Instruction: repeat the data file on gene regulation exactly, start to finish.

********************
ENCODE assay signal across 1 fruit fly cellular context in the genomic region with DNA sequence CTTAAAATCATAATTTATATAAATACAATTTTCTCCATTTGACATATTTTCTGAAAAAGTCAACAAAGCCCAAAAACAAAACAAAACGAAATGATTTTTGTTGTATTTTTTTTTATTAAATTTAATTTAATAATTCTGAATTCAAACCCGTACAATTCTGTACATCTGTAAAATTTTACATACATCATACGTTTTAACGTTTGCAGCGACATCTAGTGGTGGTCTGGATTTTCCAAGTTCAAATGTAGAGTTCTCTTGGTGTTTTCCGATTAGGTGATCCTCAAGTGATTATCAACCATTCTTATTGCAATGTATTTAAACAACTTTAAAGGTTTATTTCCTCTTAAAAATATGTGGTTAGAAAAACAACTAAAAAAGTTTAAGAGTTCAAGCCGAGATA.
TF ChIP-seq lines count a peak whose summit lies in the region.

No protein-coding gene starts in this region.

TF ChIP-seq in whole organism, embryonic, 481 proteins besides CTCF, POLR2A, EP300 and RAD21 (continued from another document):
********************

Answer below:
ENCODE assay signal across 1 fruit fly cellular context in the genomic region with DNA sequence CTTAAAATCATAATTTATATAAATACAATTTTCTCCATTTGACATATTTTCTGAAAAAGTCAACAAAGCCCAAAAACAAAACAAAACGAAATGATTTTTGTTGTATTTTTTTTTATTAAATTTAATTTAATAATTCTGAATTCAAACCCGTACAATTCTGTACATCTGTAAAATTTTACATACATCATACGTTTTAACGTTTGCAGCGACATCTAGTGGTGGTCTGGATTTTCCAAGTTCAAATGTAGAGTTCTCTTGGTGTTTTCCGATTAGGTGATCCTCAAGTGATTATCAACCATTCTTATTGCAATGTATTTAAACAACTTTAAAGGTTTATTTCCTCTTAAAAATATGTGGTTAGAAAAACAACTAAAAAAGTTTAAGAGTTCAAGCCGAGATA.
TF ChIP-seq lines count a peak whose summit lies in the region.

No protein-coding gene starts in this region.

TF ChIP-seq in whole organism, embryonic, 481 proteins besides CTCF, POLR2A, EP300 and RAD21 (continued from another document):